Ever since things started to go badly wrong in Syria after the uprising prompted by the 2011 Arab Spring, the situation has converted the customary fog of war into an impenetrable black box. None of the intervening political actors including Turkey, United States, Iran, Russia, Israel, the UAE, and Saudi Arabia calculated correctly, nor did the various non-state extremist groups associated with al Qaeda and later ISIS, as well as a variety of anti-Damascus Syrian insurgencies. No international conflict has ever been quite as opaque, multi-faceted, and beset by the play of contradictory, and even self-contradictory national, regional, and global political forces. What is said and what is done diverge so dramatically that all efforts at understanding are contingent and need continual updating. Aside from the sincere efforts to interpret and appraise what is happening and why, are a variety of manipulative agendas in which facts, intentions, and motivations are subordinated to the cookie cutter rigidity of wider political goals that are not acknowledged, and envelop the realities of this Turkish military operation in dark clouds of fabrication. It is with the awareness of these difficulties that I am making this effort to comment on this latest episode in a tragic sequence of Syrian events that began more than eight years ago with spontaneous civilian demonstrations in Deraa against serious human rights abuses by the Damascus government, a dynamic seemingly aggravated by climate change impacts in other parts of the country that gave rise to internal migrations and ordeals of displacement. The government crackdown on this show of opposition was harsh, and a full-fledged armed uprising quickly followed.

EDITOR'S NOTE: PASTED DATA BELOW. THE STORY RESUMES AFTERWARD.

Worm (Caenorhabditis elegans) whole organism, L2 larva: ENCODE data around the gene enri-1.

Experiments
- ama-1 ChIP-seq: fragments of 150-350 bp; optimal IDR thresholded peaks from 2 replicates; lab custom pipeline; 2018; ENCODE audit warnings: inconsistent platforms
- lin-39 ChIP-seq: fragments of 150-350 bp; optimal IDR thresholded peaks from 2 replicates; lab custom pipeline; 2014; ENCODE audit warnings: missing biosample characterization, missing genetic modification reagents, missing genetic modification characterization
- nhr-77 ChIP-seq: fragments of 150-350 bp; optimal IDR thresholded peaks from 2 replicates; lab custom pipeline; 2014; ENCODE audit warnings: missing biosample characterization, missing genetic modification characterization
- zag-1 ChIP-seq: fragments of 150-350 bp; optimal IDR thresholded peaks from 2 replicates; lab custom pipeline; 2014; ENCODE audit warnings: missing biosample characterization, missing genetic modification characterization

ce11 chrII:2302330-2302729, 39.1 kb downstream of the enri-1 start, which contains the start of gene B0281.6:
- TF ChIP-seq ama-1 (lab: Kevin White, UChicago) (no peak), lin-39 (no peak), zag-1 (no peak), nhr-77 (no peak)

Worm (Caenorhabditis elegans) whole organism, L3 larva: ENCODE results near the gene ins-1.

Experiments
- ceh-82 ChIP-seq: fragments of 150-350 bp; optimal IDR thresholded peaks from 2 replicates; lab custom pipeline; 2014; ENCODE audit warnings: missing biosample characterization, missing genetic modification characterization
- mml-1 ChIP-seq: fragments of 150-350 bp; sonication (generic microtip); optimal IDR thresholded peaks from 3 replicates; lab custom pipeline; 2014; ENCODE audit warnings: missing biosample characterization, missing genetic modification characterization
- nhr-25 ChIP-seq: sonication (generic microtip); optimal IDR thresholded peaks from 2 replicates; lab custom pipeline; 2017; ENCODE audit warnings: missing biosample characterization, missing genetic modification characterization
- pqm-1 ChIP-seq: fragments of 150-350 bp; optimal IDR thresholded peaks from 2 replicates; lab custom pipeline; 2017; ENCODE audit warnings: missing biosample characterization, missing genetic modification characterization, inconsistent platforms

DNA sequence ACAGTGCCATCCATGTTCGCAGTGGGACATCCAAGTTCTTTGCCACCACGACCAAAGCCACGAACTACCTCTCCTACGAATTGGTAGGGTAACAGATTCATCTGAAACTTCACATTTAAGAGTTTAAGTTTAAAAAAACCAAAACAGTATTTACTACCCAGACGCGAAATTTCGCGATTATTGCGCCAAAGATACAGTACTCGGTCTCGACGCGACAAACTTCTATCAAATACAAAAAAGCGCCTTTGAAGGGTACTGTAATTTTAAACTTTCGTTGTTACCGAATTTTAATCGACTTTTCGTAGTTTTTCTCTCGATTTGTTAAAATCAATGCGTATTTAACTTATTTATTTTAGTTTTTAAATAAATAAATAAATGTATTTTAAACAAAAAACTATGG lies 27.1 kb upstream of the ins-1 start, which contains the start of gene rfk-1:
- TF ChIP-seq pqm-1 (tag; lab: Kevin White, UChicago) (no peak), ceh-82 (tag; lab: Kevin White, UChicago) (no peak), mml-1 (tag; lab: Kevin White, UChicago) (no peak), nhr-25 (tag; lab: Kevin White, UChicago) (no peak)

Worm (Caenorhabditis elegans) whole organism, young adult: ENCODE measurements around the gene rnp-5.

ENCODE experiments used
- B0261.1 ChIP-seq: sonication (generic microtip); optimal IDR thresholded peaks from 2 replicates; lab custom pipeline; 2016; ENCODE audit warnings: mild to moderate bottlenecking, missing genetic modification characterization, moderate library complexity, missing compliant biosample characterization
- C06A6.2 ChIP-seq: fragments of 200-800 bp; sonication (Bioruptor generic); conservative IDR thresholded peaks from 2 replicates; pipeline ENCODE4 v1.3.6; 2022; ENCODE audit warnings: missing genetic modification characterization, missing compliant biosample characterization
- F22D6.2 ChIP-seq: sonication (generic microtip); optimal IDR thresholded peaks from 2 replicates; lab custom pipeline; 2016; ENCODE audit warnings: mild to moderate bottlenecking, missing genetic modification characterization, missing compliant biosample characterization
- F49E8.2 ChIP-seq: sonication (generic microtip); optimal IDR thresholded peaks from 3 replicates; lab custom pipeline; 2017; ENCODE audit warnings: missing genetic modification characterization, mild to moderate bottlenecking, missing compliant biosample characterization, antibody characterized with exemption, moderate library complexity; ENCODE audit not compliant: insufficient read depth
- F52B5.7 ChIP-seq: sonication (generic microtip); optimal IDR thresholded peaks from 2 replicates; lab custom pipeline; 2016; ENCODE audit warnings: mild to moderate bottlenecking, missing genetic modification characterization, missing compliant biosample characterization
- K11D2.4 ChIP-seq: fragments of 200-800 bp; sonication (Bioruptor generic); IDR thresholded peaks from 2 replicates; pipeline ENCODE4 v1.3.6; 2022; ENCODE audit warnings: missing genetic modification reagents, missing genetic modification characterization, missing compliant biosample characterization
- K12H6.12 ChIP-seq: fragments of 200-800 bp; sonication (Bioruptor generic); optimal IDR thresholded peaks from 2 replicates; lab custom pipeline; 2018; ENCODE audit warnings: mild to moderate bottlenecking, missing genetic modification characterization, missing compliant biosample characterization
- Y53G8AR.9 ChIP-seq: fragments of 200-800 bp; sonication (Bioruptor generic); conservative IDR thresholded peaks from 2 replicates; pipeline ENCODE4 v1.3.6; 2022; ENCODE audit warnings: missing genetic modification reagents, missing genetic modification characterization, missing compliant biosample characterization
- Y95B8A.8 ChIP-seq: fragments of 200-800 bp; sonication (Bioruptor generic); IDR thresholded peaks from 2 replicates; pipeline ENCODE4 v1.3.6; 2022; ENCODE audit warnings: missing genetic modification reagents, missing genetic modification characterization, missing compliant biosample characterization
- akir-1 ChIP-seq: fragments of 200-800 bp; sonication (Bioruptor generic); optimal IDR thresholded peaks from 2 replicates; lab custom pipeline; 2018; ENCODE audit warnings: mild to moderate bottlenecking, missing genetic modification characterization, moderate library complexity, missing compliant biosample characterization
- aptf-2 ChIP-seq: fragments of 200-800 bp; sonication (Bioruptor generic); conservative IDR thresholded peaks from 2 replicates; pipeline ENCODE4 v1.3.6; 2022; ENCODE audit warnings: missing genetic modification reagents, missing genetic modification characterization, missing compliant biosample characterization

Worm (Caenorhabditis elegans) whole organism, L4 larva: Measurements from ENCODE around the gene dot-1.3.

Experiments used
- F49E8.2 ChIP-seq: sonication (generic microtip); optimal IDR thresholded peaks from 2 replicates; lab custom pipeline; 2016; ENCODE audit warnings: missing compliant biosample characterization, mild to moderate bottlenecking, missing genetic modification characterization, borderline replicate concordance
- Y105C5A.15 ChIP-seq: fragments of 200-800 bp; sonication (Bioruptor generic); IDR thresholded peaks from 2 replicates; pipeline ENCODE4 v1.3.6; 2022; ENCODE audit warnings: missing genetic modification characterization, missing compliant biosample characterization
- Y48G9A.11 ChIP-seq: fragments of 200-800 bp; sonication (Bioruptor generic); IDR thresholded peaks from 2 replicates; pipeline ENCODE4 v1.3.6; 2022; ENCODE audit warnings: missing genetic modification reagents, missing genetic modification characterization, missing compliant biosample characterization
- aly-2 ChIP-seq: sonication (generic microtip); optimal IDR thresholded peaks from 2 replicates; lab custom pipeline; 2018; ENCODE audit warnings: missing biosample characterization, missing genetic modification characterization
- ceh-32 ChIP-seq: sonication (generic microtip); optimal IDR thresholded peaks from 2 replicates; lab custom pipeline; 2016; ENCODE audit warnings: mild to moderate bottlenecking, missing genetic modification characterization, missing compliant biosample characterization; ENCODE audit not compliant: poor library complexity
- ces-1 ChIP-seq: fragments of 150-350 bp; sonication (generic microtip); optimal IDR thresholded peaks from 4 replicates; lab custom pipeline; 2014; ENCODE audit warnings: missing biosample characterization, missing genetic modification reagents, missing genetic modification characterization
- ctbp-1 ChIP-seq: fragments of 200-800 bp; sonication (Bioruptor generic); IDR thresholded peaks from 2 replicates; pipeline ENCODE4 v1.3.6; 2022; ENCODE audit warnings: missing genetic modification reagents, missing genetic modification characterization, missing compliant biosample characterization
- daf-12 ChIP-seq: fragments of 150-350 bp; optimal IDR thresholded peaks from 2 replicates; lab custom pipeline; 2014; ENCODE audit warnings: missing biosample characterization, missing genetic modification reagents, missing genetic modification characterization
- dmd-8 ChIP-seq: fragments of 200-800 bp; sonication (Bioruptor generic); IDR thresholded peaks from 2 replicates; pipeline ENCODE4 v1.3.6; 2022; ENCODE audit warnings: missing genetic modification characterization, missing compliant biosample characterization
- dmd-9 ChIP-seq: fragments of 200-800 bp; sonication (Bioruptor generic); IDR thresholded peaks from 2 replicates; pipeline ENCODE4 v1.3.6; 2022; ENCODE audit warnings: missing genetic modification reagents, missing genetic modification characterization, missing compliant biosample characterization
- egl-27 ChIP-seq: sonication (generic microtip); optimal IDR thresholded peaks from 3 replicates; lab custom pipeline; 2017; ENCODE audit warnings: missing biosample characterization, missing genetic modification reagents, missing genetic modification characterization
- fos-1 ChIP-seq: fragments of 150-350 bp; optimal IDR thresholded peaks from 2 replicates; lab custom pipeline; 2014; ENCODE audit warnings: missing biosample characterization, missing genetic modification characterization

Two fundamental miscalculations by non-Syrian actors, which were repetitions of past mistakes by all these contending forces, have certainly contributed to the devastation of Syria, the massive suffering of its people, death and injuries for hundreds of thousand, and the displacement of millions, creating a set of circumstance that still has little prospect of producing satisfactory ending. The first miscalculation, shared especially by Ankara and Washington, was that military intervention could quickly tip the balance, producing the long. desired regime change in Damascus sought for decades by the U.S. and Israel. The second miscalculation was to suppose that Syria was similar to Libya, that is, an autocratic government lacking political support from its own population, and thus susceptible to being easily toppled by insurgent violence, especially if backed by external diplomatic encouragement and military assistance. These miscalculations overlooked the capabilities of Iran and Russia to offset anti-Assad interventions and seriously underestimated the domestic support enjoyed by the government in Damascus as well as the capabilities and battlefield effectiveness of the Syrian armed forces, which far exceeded what was available to the government of Qaddafi’s Libya.
In the years of disorder, the struggle for control of the Syrian state became entangled with other political preoccupations, especially the U.S. led struggle against ISIS and Kurdish efforts to pursue their goals of self-determination, given the fluidity of the political situation in Syria, its enjoyment of American support, and the influence exerted by the success of Iraqi Kurds in virtually achieving de facto statehood in northern Iraq. The Kurdish plan unfolding, in collaboration with U.S. military forces supposedly present in Syria to fight ISIS and Damascus, was to help the Syrian Kurds achieve their goals under the militant leadership of the YPG (Kurdish Peoples Protection Group), which most expert commentators agreed was closely linked materially and ideologically to the PKK (Peoples Workers Party), which has been engaged in armed struggle against Turkey for more than 30 years in a continuing struggle that has already cost over 40,000 civilian lives. The PKK objective was either to create a stand-alone Kurdistan or establish an autonomous Kurdish dominated political entity within existing Turkish borders, which seems akin to the YPG goal. As complicated, contested, and relevant as is this background, the foreground is even murkier.